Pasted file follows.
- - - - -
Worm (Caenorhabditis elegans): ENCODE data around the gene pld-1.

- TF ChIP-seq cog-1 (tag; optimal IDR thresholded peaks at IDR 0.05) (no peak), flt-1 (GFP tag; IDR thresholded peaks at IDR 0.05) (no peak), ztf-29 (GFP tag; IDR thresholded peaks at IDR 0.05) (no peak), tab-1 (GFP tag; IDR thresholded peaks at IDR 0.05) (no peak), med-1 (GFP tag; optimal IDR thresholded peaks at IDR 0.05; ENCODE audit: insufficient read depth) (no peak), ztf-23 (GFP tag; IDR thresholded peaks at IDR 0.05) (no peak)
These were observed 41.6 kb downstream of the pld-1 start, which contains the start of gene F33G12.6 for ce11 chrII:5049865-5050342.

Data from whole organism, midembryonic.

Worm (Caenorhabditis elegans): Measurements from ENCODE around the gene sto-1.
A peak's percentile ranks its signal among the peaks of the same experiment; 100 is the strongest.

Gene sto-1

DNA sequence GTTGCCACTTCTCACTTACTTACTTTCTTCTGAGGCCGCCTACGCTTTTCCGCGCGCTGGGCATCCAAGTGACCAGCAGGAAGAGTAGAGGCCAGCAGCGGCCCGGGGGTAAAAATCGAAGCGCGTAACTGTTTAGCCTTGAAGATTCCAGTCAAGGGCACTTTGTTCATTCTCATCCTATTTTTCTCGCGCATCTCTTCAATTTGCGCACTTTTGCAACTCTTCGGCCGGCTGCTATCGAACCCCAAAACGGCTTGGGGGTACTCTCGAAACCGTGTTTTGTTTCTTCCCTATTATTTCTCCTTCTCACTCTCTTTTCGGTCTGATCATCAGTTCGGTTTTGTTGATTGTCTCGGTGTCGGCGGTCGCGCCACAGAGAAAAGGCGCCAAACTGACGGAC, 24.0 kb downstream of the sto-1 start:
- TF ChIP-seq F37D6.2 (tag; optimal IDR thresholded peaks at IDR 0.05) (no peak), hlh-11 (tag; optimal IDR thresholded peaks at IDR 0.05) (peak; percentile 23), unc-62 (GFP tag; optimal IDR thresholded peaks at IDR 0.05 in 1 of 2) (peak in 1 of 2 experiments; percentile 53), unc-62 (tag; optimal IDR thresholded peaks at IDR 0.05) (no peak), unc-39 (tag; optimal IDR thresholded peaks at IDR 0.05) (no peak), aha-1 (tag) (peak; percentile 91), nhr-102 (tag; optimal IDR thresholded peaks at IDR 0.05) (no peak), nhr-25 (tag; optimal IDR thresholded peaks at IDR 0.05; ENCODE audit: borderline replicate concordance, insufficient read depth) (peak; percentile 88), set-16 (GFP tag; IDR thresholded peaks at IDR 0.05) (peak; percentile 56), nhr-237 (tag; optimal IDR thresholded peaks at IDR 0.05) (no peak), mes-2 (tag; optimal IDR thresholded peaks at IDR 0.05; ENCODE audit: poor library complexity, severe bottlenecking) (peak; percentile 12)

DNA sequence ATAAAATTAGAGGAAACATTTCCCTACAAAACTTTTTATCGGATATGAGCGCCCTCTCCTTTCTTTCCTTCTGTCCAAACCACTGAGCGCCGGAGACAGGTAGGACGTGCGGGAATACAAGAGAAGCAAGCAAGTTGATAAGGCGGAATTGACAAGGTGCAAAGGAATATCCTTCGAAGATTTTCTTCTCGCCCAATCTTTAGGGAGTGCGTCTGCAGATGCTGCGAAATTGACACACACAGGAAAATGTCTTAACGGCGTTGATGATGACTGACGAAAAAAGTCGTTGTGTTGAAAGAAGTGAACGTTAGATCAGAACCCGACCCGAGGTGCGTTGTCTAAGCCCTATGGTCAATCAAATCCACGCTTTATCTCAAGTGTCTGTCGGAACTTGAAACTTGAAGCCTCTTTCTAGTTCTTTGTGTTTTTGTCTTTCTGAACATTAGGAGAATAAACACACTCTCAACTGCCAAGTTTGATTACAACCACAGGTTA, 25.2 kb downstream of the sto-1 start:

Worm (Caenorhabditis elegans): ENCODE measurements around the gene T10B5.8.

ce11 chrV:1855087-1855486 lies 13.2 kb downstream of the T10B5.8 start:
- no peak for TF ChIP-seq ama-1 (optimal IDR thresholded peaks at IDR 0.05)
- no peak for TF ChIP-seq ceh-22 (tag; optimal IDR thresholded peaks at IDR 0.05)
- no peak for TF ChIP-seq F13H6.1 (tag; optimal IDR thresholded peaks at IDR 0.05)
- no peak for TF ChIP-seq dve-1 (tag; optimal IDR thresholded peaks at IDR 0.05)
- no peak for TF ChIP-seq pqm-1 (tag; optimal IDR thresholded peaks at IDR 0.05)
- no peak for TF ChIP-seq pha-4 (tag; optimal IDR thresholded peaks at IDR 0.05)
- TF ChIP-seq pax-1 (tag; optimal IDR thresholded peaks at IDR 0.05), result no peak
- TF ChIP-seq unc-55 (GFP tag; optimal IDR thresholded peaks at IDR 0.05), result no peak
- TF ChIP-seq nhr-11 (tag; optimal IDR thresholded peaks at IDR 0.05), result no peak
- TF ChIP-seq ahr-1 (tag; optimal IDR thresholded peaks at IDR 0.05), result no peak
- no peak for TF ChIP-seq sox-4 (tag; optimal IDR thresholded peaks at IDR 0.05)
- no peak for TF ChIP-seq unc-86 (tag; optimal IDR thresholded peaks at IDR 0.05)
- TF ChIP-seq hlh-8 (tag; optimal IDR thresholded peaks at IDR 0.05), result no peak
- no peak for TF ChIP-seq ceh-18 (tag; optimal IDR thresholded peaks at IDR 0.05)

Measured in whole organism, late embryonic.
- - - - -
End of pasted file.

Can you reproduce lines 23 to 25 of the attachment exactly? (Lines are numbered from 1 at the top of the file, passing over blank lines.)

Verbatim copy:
- no peak for TF ChIP-seq sox-4 (tag; optimal IDR thresholded peaks at IDR 0.05)
- no peak for TF ChIP-seq unc-86 (tag; optimal IDR thresholded peaks at IDR 0.05)
- TF ChIP-seq hlh-8 (tag; optimal IDR thresholded peaks at IDR 0.05), result no peak